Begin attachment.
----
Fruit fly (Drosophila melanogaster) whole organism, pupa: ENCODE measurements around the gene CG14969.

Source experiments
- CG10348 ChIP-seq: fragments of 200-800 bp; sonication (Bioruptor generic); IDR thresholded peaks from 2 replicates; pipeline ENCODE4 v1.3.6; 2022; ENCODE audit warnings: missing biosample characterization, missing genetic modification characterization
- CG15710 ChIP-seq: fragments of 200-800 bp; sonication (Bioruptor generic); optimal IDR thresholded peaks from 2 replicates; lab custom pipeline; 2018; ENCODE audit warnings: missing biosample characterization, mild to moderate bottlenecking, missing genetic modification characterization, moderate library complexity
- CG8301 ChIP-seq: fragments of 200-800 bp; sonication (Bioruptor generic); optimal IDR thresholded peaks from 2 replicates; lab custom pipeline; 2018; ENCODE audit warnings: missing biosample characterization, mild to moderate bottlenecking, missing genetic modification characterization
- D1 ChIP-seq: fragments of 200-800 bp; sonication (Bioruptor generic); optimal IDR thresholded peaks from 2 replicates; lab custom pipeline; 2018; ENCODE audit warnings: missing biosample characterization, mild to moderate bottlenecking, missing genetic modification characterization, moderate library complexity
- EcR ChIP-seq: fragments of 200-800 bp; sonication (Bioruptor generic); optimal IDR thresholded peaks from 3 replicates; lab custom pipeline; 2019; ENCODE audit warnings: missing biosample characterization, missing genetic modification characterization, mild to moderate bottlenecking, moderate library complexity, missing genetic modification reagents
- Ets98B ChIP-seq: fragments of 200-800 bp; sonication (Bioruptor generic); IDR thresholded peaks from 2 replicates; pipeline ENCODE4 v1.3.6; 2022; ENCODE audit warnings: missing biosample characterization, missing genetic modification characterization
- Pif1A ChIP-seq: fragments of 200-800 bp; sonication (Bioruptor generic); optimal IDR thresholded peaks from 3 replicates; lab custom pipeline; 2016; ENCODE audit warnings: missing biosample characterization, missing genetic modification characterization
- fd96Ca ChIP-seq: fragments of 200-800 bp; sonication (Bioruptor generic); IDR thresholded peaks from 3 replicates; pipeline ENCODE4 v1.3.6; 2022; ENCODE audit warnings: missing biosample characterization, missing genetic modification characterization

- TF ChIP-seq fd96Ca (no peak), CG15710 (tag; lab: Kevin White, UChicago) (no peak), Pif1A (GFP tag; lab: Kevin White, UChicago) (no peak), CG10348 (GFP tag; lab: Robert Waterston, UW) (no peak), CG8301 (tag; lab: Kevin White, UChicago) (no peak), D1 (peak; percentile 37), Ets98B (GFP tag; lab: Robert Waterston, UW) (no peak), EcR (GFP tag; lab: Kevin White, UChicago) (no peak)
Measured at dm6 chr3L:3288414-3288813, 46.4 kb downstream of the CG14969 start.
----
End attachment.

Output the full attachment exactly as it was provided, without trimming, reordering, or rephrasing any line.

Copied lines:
Fruit fly (Drosophila melanogaster) whole organism, pupa: ENCODE measurements around the gene CG14969.

Source experiments
- CG10348 ChIP-seq: fragments of 200-800 bp; sonication (Bioruptor generic); IDR thresholded peaks from 2 replicates; pipeline ENCODE4 v1.3.6; 2022; ENCODE audit warnings: missing biosample characterization, missing genetic modification characterization
- CG15710 ChIP-seq: fragments of 200-800 bp; sonication (Bioruptor generic); optimal IDR thresholded peaks from 2 replicates; lab custom pipeline; 2018; ENCODE audit warnings: missing biosample characterization, mild to moderate bottlenecking, missing genetic modification characterization, moderate library complexity
- CG8301 ChIP-seq: fragments of 200-800 bp; sonication (Bioruptor generic); optimal IDR thresholded peaks from 2 replicates; lab custom pipeline; 2018; ENCODE audit warnings: missing biosample characterization, mild to moderate bottlenecking, missing genetic modification characterization
- D1 ChIP-seq: fragments of 200-800 bp; sonication (Bioruptor generic); optimal IDR thresholded peaks from 2 replicates; lab custom pipeline; 2018; ENCODE audit warnings: missing biosample characterization, mild to moderate bottlenecking, missing genetic modification characterization, moderate library complexity
- EcR ChIP-seq: fragments of 200-800 bp; sonication (Bioruptor generic); optimal IDR thresholded peaks from 3 replicates; lab custom pipeline; 2019; ENCODE audit warnings: missing biosample characterization, missing genetic modification characterization, mild to moderate bottlenecking, moderate library complexity, missing genetic modification reagents
- Ets98B ChIP-seq: fragments of 200-800 bp; sonication (Bioruptor generic); IDR thresholded peaks from 2 replicates; pipeline ENCODE4 v1.3.6; 2022; ENCODE audit warnings: missing biosample characterization, missing genetic modification characterization
- Pif1A ChIP-seq: fragments of 200-800 bp; sonication (Bioruptor generic); optimal IDR thresholded peaks from 3 replicates; lab custom pipeline; 2016; ENCODE audit warnings: missing biosample characterization, missing genetic modification characterization
- fd96Ca ChIP-seq: fragments of 200-800 bp; sonication (Bioruptor generic); IDR thresholded peaks from 3 replicates; pipeline ENCODE4 v1.3.6; 2022; ENCODE audit warnings: missing biosample characterization, missing genetic modification characterization

- TF ChIP-seq fd96Ca (no peak), CG15710 (tag; lab: Kevin White, UChicago) (no peak), Pif1A (GFP tag; lab: Kevin White, UChicago) (no peak), CG10348 (GFP tag; lab: Robert Waterston, UW) (no peak), CG8301 (tag; lab: Kevin White, UChicago) (no peak), D1 (peak; percentile 37), Ets98B (GFP tag; lab: Robert Waterston, UW) (no peak), EcR (GFP tag; lab: Kevin White, UChicago) (no peak)
Measured at dm6 chr3L:3288414-3288813, 46.4 kb downstream of the CG14969 start.